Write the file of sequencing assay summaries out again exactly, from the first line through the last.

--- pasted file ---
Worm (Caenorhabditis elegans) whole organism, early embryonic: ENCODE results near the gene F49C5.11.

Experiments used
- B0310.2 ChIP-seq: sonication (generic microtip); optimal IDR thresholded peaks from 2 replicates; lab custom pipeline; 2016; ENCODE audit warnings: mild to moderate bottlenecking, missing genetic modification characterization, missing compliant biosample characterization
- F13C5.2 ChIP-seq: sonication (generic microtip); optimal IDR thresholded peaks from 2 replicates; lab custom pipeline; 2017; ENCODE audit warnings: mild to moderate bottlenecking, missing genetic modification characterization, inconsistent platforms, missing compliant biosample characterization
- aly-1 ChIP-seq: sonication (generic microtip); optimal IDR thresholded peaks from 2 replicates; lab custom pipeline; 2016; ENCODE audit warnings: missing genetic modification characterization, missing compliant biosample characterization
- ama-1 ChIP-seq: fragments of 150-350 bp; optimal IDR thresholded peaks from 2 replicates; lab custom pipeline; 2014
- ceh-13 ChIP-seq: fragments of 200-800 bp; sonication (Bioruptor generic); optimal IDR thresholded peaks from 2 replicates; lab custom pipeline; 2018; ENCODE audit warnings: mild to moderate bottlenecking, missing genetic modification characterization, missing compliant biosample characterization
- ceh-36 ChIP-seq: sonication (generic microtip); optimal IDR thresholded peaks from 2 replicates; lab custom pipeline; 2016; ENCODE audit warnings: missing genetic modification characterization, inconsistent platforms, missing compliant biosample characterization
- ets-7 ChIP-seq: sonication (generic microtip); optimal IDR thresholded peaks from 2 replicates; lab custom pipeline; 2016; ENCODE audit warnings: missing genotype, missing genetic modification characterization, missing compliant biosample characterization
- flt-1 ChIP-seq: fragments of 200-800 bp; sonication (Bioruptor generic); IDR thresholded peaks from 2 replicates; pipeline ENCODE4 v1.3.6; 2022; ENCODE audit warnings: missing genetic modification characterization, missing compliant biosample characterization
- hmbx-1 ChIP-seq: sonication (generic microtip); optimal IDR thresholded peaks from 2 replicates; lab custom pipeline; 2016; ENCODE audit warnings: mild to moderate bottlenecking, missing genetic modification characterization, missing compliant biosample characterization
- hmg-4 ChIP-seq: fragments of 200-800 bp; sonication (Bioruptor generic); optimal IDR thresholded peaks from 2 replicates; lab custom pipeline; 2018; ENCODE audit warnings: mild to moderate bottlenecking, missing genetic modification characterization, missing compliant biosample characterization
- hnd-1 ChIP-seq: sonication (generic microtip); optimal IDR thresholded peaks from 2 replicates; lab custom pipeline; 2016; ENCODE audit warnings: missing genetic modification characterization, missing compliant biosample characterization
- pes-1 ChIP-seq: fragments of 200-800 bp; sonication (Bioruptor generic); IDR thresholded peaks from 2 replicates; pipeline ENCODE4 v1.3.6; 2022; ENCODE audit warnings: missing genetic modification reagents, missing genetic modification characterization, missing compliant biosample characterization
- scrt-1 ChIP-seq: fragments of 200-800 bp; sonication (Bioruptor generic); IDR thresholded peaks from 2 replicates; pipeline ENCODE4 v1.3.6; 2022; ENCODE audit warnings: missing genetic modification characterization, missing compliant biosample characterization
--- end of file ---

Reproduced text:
Worm (Caenorhabditis elegans) whole organism, early embryonic: ENCODE results near the gene F49C5.11.

Experiments used
- B0310.2 ChIP-seq: sonication (generic microtip); optimal IDR thresholded peaks from 2 replicates; lab custom pipeline; 2016; ENCODE audit warnings: mild to moderate bottlenecking, missing genetic modification characterization, missing compliant biosample characterization
- F13C5.2 ChIP-seq: sonication (generic microtip); optimal IDR thresholded peaks from 2 replicates; lab custom pipeline; 2017; ENCODE audit warnings: mild to moderate bottlenecking, missing genetic modification characterization, inconsistent platforms, missing compliant biosample characterization
- aly-1 ChIP-seq: sonication (generic microtip); optimal IDR thresholded peaks from 2 replicates; lab custom pipeline; 2016; ENCODE audit warnings: missing genetic modification characterization, missing compliant biosample characterization
- ama-1 ChIP-seq: fragments of 150-350 bp; optimal IDR thresholded peaks from 2 replicates; lab custom pipeline; 2014
- ceh-13 ChIP-seq: fragments of 200-800 bp; sonication (Bioruptor generic); optimal IDR thresholded peaks from 2 replicates; lab custom pipeline; 2018; ENCODE audit warnings: mild to moderate bottlenecking, missing genetic modification characterization, missing compliant biosample characterization
- ceh-36 ChIP-seq: sonication (generic microtip); optimal IDR thresholded peaks from 2 replicates; lab custom pipeline; 2016; ENCODE audit warnings: missing genetic modification characterization, inconsistent platforms, missing compliant biosample characterization
- ets-7 ChIP-seq: sonication (generic microtip); optimal IDR thresholded peaks from 2 replicates; lab custom pipeline; 2016; ENCODE audit warnings: missing genotype, missing genetic modification characterization, missing compliant biosample characterization
- flt-1 ChIP-seq: fragments of 200-800 bp; sonication (Bioruptor generic); IDR thresholded peaks from 2 replicates; pipeline ENCODE4 v1.3.6; 2022; ENCODE audit warnings: missing genetic modification characterization, missing compliant biosample characterization
- hmbx-1 ChIP-seq: sonication (generic microtip); optimal IDR thresholded peaks from 2 replicates; lab custom pipeline; 2016; ENCODE audit warnings: mild to moderate bottlenecking, missing genetic modification characterization, missing compliant biosample characterization
- hmg-4 ChIP-seq: fragments of 200-800 bp; sonication (Bioruptor generic); optimal IDR thresholded peaks from 2 replicates; lab custom pipeline; 2018; ENCODE audit warnings: mild to moderate bottlenecking, missing genetic modification characterization, missing compliant biosample characterization
- hnd-1 ChIP-seq: sonication (generic microtip); optimal IDR thresholded peaks from 2 replicates; lab custom pipeline; 2016; ENCODE audit warnings: missing genetic modification characterization, missing compliant biosample characterization
- pes-1 ChIP-seq: fragments of 200-800 bp; sonication (Bioruptor generic); IDR thresholded peaks from 2 replicates; pipeline ENCODE4 v1.3.6; 2022; ENCODE audit warnings: missing genetic modification reagents, missing genetic modification characterization, missing compliant biosample characterization
- scrt-1 ChIP-seq: fragments of 200-800 bp; sonication (Bioruptor generic); IDR thresholded peaks from 2 replicates; pipeline ENCODE4 v1.3.6; 2022; ENCODE audit warnings: missing genetic modification characterization, missing compliant biosample characterization